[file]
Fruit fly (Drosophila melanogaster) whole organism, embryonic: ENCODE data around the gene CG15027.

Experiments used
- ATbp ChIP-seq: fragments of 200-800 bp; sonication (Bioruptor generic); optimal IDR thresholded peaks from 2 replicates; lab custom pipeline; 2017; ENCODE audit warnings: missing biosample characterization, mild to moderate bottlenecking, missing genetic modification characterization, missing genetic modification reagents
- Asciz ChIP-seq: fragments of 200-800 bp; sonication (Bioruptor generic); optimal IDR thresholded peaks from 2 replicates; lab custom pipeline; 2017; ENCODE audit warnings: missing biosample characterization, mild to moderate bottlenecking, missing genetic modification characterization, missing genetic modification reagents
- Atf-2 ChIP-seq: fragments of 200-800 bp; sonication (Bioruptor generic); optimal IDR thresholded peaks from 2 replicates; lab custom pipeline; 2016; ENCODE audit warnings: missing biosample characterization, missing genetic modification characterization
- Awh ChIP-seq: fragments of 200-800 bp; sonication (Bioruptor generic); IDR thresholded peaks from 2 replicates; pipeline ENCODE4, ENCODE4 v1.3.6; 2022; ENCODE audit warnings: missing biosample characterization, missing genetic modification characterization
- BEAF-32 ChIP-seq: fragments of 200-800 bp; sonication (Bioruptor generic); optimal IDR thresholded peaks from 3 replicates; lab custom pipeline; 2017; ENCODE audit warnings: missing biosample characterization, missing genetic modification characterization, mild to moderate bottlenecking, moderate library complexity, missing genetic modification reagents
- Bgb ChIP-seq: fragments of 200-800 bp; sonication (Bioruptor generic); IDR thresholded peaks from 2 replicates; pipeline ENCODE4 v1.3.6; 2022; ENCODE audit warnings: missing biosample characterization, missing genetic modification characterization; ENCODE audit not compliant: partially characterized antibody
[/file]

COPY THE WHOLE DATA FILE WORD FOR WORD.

Fruit fly (Drosophila melanogaster) whole organism, embryonic: ENCODE data around the gene CG15027.

Experiments used
- ATbp ChIP-seq: fragments of 200-800 bp; sonication (Bioruptor generic); optimal IDR thresholded peaks from 2 replicates; lab custom pipeline; 2017; ENCODE audit warnings: missing biosample characterization, mild to moderate bottlenecking, missing genetic modification characterization, missing genetic modification reagents
- Asciz ChIP-seq: fragments of 200-800 bp; sonication (Bioruptor generic); optimal IDR thresholded peaks from 2 replicates; lab custom pipeline; 2017; ENCODE audit warnings: missing biosample characterization, mild to moderate bottlenecking, missing genetic modification characterization, missing genetic modification reagents
- Atf-2 ChIP-seq: fragments of 200-800 bp; sonication (Bioruptor generic); optimal IDR thresholded peaks from 2 replicates; lab custom pipeline; 2016; ENCODE audit warnings: missing biosample characterization, missing genetic modification characterization
- Awh ChIP-seq: fragments of 200-800 bp; sonication (Bioruptor generic); IDR thresholded peaks from 2 replicates; pipeline ENCODE4, ENCODE4 v1.3.6; 2022; ENCODE audit warnings: missing biosample characterization, missing genetic modification characterization
- BEAF-32 ChIP-seq: fragments of 200-800 bp; sonication (Bioruptor generic); optimal IDR thresholded peaks from 3 replicates; lab custom pipeline; 2017; ENCODE audit warnings: missing biosample characterization, missing genetic modification characterization, mild to moderate bottlenecking, moderate library complexity, missing genetic modification reagents
- Bgb ChIP-seq: fragments of 200-800 bp; sonication (Bioruptor generic); IDR thresholded peaks from 2 replicates; pipeline ENCODE4 v1.3.6; 2022; ENCODE audit warnings: missing biosample characterization, missing genetic modification characterization; ENCODE audit not compliant: partially characterized antibody